• Margaret McAllister Margaret McAllister
  • Debra Creedy Debra Creedy
  • Wendy Moyle Wendy Moyle
  • Charles Farrugia Charles Farrugia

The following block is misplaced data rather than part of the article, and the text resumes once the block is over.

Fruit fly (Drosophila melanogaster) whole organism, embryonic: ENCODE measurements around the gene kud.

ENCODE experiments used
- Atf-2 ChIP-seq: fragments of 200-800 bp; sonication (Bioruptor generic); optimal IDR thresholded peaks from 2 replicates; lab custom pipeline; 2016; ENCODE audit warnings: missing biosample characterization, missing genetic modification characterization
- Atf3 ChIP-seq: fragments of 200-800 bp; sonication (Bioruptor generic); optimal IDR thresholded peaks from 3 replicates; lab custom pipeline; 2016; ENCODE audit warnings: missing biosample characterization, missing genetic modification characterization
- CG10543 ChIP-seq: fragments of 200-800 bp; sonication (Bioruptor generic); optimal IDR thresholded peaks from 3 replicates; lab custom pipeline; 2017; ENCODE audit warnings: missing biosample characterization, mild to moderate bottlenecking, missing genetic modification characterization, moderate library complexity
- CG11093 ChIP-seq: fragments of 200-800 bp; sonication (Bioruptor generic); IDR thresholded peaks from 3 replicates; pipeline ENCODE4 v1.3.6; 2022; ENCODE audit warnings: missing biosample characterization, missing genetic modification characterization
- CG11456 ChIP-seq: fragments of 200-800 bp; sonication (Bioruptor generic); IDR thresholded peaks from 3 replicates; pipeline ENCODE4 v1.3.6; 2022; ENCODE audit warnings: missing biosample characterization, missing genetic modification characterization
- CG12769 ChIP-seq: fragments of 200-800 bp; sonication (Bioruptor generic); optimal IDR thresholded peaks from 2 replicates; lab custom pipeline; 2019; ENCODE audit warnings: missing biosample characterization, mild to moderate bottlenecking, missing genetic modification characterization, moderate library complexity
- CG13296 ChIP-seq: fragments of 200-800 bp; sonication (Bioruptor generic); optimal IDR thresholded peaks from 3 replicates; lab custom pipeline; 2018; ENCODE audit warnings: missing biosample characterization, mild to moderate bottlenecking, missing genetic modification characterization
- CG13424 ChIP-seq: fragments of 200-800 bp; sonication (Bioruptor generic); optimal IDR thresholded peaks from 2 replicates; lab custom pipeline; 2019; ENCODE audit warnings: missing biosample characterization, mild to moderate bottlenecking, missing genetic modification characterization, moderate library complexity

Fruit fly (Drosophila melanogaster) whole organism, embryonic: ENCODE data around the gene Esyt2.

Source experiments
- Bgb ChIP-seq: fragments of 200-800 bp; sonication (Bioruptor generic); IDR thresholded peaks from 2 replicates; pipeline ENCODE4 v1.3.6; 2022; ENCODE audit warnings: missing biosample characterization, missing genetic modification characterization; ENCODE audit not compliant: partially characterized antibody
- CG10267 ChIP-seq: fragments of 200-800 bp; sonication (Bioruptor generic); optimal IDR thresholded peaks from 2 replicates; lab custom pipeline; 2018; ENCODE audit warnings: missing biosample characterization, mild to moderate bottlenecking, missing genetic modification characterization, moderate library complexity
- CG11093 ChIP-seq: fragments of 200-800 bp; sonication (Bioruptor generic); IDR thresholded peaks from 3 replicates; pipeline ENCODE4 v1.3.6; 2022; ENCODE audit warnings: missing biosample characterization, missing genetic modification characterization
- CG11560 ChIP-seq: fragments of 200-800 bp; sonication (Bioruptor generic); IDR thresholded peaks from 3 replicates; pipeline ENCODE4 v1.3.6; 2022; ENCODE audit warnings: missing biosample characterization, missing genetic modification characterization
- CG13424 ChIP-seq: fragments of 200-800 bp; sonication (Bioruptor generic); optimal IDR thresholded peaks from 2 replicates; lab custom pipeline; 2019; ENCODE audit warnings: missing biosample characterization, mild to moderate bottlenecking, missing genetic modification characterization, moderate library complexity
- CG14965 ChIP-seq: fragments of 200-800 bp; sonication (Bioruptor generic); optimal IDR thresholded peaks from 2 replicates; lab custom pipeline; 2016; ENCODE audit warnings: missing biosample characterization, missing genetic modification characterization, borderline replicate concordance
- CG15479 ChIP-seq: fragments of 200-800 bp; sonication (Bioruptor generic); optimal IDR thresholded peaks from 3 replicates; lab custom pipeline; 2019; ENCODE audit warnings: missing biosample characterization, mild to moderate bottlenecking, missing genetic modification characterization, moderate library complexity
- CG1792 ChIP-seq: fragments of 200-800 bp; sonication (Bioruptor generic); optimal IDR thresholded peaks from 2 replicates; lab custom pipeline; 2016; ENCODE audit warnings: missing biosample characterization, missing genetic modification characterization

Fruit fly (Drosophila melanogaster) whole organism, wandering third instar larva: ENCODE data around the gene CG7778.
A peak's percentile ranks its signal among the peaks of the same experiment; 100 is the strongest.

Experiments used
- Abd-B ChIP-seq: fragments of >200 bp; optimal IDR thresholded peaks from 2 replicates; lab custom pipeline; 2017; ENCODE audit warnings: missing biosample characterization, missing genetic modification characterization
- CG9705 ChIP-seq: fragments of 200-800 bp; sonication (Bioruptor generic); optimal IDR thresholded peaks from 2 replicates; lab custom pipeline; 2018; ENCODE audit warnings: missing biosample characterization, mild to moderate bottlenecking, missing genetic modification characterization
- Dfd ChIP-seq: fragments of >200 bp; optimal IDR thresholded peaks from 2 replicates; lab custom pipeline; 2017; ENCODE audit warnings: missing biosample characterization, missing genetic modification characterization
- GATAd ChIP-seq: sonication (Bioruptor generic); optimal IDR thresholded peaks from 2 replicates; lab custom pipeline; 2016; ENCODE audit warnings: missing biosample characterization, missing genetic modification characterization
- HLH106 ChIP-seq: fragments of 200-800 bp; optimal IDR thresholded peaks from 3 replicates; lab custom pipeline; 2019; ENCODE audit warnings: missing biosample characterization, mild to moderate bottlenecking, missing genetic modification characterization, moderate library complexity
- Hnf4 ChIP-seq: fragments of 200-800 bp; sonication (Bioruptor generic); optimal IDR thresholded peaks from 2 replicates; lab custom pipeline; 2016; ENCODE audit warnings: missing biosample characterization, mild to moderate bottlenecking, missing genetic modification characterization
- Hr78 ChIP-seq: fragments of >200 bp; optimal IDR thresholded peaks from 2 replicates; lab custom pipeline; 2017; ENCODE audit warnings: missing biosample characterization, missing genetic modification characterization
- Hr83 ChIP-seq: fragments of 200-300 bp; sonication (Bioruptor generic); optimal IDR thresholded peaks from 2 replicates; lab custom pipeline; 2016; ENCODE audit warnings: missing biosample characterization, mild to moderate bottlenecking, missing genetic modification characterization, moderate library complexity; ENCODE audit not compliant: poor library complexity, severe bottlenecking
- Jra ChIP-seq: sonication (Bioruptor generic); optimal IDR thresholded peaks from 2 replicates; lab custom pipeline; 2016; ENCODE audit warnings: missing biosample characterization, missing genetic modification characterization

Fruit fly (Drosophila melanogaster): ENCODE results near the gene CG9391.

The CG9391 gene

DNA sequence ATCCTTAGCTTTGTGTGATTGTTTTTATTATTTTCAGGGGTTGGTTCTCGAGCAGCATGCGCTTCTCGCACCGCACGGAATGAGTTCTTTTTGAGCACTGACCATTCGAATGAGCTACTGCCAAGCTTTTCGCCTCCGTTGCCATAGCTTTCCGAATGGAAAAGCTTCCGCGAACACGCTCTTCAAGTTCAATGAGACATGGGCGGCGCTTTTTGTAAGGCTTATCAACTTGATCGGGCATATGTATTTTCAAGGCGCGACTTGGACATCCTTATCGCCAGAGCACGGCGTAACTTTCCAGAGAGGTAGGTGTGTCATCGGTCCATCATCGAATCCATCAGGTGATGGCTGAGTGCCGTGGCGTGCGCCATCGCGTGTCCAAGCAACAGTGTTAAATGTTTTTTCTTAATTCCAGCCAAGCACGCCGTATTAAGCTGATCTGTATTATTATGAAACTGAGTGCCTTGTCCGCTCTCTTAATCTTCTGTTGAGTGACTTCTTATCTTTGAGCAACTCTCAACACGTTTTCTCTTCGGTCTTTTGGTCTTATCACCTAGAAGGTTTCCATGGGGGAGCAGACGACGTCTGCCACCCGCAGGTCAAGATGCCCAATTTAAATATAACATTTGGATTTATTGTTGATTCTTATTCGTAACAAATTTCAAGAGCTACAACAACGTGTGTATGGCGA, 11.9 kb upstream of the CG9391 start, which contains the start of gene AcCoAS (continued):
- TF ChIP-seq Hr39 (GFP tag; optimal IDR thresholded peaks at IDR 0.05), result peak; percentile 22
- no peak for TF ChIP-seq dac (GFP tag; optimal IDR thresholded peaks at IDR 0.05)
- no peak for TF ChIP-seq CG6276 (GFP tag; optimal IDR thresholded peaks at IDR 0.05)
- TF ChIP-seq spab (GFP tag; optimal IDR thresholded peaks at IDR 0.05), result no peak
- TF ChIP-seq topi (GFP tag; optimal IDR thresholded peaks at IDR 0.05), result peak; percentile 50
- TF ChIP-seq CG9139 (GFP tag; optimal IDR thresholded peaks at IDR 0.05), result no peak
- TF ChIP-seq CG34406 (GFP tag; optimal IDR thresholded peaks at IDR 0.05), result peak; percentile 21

Background. Deliberate self-harm is frequently encountered by emergency department (ED) nurses. However, clients are often dissatisfied with the care provided and clinicians feel ambivalent, helpless or frustrated when working with clients who self-harm. Aim. The aim of the study was to develop and test a scale to identify relevant dimensions of ED nurses' attitudes to clients who present with self-injury. Methods. Items on Attitudes Towards Deliberate Self-Harm Questionire (ADSHQ) were drawn from a literature review and focus group discussions with ED nurses. The tool was piloted with 20 ED nurses not working in the target agencies. A survey of nurses working within 23 major public and 14 major private EDs in Queensland, Australia (n = 1008) was then undertaken. Results. A total of 352 questionires were returned (35% response). Alysis revealed four factors that reflected nurses' attitudes toward these clients. The factors related to nurses' perceived confidence in their assessment and referral skills; ability to deal effectively with clients, empathic approach; and ability to cope effectively with legal and hospital regulations that guide practice. There was a generally negative attitude towards clients who self-harm. Correlations were found between years of ED experience and total score on the ADSHQ, and years of ED experience and an empathic approach towards clients who deliberately self-harm. Conclusion. There is a need for continuing professiol development activities to address negative attitudes and provide practical strategies to inform practice and clinical protocols.